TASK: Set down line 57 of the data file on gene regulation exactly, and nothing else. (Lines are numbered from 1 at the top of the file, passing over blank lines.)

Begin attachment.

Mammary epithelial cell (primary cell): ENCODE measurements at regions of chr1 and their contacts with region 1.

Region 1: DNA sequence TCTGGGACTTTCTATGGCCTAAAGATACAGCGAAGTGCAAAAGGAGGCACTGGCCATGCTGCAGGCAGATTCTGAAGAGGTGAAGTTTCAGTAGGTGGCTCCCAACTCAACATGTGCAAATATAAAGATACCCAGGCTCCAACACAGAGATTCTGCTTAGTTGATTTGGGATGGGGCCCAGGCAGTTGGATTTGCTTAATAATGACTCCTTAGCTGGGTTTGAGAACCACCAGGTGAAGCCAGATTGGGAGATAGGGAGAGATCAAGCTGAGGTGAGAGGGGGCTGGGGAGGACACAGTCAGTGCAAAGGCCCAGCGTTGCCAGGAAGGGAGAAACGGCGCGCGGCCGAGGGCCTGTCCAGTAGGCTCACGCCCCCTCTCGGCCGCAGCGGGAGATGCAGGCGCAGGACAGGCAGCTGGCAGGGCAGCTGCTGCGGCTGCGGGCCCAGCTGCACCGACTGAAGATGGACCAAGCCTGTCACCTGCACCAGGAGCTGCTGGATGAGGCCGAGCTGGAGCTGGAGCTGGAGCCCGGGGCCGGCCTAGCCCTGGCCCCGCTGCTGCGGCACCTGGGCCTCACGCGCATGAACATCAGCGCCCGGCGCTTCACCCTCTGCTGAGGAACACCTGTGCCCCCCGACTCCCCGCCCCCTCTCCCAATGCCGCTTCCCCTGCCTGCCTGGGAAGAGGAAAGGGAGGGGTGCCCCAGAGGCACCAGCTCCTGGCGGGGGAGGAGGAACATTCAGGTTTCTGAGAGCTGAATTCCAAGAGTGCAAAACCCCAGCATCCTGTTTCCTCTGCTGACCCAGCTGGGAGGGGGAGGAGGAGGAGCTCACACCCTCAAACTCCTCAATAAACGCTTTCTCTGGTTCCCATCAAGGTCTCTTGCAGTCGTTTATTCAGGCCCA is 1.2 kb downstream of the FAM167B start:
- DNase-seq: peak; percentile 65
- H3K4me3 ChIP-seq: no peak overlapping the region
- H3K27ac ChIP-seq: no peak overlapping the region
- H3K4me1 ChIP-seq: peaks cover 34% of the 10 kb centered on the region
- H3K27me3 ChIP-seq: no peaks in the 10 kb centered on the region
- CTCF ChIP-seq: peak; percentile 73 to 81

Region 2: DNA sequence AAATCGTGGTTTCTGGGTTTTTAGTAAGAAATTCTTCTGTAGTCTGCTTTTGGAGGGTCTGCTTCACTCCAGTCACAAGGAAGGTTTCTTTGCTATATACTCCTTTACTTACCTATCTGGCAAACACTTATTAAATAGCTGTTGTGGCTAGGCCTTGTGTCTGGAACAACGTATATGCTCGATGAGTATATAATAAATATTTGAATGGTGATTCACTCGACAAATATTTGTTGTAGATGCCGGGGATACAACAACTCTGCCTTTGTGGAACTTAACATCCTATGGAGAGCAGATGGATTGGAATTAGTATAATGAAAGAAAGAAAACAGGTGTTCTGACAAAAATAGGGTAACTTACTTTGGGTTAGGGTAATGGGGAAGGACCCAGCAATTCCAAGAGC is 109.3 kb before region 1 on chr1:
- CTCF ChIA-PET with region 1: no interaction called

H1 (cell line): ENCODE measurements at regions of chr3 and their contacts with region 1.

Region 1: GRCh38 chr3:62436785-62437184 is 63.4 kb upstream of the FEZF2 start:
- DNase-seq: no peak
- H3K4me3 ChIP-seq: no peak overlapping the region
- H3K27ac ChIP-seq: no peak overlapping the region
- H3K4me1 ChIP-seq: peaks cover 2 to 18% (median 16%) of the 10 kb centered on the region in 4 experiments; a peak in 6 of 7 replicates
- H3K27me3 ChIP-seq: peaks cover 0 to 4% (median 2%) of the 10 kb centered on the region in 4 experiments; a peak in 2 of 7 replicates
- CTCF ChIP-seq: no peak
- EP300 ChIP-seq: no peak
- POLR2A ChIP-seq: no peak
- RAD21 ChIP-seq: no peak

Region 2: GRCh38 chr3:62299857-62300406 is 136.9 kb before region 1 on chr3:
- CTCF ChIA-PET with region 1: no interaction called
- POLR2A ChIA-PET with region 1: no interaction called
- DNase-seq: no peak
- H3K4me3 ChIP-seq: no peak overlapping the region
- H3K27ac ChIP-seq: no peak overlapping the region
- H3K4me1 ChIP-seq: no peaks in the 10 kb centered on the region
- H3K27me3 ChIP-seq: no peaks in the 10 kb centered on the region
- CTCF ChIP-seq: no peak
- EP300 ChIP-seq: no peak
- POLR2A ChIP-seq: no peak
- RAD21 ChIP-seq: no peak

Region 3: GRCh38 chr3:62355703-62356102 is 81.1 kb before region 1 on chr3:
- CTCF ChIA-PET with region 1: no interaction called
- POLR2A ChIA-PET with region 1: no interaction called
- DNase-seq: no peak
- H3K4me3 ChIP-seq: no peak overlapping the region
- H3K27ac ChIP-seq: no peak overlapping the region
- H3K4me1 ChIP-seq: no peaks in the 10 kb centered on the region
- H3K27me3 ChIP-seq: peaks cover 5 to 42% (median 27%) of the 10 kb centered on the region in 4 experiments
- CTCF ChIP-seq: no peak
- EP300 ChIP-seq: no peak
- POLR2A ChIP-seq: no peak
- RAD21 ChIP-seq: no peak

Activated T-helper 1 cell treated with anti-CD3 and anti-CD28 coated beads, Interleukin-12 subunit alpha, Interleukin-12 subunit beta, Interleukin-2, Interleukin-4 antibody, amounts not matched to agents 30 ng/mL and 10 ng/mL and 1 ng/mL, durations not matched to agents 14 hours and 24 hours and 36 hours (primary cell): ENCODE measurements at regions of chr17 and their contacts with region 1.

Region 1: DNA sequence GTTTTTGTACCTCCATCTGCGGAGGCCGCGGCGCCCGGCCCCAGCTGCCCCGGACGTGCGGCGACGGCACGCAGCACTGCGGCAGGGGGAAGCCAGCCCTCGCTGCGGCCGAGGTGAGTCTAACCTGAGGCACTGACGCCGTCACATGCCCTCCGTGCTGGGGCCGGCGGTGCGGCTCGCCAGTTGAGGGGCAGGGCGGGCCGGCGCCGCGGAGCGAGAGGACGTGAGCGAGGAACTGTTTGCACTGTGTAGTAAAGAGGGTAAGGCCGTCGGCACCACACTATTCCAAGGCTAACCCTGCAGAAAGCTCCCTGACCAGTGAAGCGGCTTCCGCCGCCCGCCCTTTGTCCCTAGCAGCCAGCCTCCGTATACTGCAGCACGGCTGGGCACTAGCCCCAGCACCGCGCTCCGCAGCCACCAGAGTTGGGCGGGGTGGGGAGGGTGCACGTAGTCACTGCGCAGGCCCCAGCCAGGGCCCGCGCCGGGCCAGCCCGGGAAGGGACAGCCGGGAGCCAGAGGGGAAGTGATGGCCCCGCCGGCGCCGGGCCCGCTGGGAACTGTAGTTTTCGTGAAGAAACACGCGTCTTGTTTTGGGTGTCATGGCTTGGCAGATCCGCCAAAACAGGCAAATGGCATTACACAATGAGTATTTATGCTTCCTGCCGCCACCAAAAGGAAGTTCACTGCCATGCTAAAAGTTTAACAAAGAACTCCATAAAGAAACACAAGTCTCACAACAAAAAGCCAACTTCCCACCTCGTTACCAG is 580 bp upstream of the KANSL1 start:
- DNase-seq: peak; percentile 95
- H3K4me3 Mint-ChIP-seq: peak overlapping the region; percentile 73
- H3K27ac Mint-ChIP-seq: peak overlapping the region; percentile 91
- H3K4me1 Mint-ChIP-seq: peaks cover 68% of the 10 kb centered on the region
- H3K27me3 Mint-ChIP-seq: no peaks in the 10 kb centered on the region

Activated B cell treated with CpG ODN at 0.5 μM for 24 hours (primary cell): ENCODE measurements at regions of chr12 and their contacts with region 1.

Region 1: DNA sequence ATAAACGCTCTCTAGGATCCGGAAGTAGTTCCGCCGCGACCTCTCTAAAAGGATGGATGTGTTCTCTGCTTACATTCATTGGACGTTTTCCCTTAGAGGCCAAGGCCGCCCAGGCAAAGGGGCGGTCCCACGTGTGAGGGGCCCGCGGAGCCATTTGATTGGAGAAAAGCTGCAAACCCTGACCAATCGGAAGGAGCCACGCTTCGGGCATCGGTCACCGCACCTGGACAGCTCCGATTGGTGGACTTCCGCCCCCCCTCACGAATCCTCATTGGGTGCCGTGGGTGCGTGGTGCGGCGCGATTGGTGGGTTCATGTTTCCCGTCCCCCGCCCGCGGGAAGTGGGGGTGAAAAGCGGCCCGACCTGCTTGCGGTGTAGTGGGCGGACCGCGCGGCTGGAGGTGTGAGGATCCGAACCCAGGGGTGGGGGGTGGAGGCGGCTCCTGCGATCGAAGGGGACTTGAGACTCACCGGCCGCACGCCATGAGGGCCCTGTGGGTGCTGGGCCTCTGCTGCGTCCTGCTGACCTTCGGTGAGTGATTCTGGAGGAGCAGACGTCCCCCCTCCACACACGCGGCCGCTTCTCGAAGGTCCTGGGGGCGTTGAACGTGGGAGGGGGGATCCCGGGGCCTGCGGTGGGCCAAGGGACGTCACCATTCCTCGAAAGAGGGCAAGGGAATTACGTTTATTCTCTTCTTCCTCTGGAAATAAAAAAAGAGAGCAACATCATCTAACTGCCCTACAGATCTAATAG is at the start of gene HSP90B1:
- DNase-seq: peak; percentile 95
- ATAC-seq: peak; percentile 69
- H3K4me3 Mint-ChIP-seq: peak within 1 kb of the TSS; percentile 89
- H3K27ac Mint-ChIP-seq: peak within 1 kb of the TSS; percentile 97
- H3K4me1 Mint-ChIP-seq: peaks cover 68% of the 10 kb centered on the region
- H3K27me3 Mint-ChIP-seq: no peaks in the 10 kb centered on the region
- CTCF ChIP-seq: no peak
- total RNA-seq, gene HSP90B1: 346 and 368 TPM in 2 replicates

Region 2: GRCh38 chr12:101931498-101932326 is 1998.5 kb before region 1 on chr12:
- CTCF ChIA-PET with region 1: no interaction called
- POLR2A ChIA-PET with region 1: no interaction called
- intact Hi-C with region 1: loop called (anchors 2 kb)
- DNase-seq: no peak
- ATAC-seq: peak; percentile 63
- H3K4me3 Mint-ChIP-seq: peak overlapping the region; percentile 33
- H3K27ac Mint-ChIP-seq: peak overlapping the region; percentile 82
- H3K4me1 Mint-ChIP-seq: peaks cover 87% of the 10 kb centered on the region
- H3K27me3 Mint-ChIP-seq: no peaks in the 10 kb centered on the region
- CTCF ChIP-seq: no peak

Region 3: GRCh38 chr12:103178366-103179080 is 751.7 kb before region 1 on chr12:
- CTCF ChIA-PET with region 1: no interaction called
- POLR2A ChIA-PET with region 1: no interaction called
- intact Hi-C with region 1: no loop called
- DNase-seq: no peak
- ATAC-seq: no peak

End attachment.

- H3K4me3 Mint-ChIP-seq: peak within 1 kb of the TSS; percentile 89